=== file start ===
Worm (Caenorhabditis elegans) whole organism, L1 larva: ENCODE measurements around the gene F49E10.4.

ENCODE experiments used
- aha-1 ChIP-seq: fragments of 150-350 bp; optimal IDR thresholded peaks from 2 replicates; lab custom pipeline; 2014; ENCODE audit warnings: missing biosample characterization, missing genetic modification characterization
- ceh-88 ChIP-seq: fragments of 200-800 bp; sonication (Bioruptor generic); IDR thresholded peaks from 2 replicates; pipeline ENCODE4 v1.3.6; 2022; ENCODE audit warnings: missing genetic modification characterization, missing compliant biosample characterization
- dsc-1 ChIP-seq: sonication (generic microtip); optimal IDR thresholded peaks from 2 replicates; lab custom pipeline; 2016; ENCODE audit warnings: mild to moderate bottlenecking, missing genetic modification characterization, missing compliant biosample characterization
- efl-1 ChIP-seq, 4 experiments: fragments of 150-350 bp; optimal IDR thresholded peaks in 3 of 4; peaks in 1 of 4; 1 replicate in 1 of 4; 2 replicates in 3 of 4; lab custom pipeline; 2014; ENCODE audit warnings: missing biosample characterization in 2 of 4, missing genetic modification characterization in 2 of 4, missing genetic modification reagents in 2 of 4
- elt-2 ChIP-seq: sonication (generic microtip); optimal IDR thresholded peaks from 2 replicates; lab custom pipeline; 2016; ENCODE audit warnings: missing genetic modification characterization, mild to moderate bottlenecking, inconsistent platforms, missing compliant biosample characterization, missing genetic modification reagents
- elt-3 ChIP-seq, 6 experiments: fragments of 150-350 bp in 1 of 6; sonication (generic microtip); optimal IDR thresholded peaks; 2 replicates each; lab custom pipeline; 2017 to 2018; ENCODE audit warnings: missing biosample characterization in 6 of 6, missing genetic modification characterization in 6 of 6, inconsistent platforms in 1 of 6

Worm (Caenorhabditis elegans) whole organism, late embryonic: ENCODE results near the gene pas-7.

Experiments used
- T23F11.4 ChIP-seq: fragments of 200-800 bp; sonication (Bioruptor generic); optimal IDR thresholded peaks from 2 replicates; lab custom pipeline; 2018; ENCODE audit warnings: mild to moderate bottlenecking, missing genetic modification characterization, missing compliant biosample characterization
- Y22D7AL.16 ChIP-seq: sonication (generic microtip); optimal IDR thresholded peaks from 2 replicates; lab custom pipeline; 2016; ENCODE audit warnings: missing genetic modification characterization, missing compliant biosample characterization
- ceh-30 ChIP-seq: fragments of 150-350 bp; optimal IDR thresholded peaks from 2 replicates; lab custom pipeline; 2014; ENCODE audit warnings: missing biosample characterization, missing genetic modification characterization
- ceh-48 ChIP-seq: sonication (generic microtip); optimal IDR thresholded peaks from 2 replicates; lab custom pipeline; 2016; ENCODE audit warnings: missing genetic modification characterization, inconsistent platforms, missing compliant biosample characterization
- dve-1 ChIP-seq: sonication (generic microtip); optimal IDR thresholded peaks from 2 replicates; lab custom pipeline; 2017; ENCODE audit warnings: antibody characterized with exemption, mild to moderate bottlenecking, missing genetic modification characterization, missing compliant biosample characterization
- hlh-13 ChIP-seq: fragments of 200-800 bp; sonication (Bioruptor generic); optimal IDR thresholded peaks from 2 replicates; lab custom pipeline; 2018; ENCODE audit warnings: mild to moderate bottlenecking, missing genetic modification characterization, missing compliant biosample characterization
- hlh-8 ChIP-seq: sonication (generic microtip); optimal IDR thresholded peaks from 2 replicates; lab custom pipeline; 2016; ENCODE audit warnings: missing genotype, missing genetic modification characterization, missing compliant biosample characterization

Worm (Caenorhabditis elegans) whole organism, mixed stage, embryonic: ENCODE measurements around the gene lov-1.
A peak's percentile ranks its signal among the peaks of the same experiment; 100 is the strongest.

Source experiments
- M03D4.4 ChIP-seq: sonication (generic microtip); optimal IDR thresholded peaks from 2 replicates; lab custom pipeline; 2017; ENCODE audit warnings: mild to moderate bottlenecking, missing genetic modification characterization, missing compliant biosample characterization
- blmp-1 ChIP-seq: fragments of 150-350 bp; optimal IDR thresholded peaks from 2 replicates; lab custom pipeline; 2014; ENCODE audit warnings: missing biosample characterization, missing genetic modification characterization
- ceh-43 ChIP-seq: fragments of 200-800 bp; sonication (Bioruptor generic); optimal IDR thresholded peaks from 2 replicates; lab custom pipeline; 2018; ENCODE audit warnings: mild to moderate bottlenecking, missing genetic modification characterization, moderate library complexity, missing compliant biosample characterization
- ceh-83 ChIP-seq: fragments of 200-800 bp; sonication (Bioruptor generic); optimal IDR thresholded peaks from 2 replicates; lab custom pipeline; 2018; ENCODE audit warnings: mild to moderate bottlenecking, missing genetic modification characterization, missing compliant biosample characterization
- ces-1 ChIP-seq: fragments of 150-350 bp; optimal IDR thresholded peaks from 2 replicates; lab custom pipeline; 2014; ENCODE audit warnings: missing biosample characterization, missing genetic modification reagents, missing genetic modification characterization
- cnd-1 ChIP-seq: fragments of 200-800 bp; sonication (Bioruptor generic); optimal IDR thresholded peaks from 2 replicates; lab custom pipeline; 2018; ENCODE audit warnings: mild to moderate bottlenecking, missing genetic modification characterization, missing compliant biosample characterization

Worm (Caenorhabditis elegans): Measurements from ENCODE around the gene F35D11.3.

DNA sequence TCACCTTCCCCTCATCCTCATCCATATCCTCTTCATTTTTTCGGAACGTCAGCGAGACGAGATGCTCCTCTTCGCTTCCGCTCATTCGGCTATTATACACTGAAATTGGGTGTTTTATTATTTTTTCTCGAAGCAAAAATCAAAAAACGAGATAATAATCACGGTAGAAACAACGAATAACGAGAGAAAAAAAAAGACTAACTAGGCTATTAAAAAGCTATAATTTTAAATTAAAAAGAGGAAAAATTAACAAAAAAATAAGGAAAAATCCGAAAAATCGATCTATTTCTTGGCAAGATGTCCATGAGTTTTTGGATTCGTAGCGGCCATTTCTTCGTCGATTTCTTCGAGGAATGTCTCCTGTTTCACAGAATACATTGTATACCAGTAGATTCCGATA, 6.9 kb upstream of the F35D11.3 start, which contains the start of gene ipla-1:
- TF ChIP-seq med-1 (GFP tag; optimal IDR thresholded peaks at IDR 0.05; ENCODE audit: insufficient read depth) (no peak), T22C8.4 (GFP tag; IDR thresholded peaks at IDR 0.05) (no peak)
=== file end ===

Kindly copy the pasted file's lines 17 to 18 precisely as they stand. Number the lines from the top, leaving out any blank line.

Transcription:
- hlh-8 ChIP-seq: sonication (generic microtip); optimal IDR thresholded peaks from 2 replicates; lab custom pipeline; 2016; ENCODE audit warnings: missing genotype, missing genetic modification characterization, missing compliant biosample characterization

Worm (Caenorhabditis elegans) whole organism, mixed stage, embryonic: ENCODE measurements around the gene lov-1.